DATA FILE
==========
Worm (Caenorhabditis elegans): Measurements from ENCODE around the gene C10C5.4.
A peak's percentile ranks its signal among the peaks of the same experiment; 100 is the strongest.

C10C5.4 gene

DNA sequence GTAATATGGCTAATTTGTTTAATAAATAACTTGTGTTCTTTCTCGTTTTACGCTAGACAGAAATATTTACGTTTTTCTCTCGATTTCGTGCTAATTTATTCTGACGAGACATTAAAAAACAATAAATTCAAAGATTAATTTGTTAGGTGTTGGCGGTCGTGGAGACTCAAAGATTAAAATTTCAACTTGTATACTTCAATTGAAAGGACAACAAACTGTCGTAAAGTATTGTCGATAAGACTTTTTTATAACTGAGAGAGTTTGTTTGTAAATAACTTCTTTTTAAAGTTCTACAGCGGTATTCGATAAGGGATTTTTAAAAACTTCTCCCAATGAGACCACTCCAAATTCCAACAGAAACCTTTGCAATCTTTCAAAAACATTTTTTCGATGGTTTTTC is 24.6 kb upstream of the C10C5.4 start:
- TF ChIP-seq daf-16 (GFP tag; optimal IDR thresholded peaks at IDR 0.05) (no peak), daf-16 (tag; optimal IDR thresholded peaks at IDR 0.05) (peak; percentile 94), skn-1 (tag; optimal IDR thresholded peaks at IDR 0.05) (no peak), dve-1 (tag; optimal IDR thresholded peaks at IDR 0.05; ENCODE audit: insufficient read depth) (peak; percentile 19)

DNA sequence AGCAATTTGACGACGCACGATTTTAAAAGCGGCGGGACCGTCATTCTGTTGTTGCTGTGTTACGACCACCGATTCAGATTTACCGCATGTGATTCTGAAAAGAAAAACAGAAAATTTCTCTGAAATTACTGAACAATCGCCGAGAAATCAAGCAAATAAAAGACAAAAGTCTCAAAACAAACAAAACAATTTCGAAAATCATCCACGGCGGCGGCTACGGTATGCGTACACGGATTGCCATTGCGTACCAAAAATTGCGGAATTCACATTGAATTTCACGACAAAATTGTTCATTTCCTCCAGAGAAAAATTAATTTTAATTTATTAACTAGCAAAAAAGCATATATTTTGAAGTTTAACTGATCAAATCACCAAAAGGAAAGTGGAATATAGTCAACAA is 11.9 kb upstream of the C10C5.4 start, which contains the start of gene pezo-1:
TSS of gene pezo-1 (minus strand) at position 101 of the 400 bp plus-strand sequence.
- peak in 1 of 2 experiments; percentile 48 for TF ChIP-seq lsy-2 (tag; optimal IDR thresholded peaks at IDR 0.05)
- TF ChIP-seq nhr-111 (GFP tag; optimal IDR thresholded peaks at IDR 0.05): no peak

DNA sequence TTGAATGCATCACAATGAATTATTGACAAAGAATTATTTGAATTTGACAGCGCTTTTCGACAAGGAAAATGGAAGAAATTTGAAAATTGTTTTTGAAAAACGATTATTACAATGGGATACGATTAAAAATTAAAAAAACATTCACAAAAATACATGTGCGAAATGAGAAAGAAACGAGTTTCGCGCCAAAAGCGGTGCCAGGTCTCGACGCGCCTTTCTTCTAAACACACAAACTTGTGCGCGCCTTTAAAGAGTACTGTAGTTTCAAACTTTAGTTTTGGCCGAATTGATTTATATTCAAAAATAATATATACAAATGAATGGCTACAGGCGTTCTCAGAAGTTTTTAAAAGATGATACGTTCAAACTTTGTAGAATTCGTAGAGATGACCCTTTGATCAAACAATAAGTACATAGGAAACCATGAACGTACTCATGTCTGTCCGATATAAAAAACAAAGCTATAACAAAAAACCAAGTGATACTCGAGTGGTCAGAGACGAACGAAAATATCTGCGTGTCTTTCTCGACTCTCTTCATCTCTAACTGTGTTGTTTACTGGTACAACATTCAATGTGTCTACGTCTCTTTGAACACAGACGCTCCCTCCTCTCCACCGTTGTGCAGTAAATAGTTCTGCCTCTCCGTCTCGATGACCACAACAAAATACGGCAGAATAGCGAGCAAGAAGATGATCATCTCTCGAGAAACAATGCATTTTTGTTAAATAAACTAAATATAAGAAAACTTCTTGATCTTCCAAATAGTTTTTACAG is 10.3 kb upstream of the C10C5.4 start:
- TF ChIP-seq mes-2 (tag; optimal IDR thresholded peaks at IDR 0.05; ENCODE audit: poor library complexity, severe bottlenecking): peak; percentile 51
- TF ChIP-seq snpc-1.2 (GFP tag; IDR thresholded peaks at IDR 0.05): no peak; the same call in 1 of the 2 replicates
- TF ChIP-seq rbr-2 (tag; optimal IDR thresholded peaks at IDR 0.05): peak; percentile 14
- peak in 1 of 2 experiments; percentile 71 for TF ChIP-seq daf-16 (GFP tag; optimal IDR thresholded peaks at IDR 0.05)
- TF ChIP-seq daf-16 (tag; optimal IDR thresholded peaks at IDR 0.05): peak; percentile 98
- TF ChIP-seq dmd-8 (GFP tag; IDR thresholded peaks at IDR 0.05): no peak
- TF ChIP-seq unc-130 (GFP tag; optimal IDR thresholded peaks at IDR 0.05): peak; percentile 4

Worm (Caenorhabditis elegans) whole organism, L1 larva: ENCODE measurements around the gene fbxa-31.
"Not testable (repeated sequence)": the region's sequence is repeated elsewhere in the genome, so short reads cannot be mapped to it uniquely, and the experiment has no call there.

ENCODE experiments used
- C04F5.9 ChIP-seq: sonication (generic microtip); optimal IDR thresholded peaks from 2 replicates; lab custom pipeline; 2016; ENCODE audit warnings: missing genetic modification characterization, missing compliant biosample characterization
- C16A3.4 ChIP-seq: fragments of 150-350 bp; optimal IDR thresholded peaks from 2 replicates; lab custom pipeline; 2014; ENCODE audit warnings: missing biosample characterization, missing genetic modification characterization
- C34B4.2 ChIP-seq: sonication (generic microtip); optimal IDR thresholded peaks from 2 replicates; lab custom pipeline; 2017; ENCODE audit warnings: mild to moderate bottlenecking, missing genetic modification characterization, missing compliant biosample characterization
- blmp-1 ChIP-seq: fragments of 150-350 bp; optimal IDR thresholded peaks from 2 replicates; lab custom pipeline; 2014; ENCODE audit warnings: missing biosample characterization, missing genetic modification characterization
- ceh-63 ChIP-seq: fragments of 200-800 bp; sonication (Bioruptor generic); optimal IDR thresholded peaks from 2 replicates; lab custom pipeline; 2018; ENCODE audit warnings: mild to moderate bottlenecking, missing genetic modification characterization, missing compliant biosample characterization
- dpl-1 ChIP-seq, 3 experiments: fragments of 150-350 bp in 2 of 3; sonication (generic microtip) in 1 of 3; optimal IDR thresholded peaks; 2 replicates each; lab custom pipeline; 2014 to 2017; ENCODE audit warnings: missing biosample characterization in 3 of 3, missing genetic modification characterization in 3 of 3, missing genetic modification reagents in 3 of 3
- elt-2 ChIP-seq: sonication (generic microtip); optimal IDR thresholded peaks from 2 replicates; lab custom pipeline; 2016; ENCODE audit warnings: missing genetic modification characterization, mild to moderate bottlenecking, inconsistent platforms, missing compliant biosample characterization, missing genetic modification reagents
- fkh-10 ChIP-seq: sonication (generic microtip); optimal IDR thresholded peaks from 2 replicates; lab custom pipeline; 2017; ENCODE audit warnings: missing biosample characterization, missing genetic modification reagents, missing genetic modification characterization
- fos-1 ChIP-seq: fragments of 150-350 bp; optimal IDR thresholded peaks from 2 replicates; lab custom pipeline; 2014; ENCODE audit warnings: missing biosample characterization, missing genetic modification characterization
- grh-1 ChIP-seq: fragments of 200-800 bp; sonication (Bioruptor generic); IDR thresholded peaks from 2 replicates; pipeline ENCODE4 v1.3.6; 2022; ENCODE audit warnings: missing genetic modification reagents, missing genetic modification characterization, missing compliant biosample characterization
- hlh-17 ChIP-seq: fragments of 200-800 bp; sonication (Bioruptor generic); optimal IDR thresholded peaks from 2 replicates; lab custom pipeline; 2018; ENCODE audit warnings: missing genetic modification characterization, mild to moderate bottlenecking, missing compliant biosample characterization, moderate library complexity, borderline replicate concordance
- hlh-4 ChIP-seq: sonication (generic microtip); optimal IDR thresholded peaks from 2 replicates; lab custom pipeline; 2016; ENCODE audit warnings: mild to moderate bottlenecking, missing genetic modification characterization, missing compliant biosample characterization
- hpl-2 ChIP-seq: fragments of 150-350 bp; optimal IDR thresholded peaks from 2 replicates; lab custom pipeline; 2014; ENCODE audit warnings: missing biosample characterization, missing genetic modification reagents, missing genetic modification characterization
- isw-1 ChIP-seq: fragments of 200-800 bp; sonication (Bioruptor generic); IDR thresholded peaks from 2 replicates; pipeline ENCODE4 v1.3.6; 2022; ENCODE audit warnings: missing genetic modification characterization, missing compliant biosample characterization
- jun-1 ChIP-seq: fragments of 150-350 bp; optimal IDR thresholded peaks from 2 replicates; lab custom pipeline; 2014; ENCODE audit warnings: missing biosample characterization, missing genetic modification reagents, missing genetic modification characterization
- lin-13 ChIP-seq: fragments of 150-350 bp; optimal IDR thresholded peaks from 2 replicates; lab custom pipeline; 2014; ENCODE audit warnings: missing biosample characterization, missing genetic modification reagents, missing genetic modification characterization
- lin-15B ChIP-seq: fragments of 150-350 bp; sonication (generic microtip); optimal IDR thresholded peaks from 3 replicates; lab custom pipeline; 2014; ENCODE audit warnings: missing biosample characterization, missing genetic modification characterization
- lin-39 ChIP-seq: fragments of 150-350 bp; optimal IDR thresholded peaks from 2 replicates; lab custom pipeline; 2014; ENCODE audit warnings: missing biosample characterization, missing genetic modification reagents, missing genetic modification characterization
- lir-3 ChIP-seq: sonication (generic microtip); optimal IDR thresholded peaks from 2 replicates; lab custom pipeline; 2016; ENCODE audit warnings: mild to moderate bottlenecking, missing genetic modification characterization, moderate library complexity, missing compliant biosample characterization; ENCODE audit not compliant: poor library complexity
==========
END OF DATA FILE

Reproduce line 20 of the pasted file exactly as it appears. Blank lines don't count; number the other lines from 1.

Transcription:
ENCODE experiments used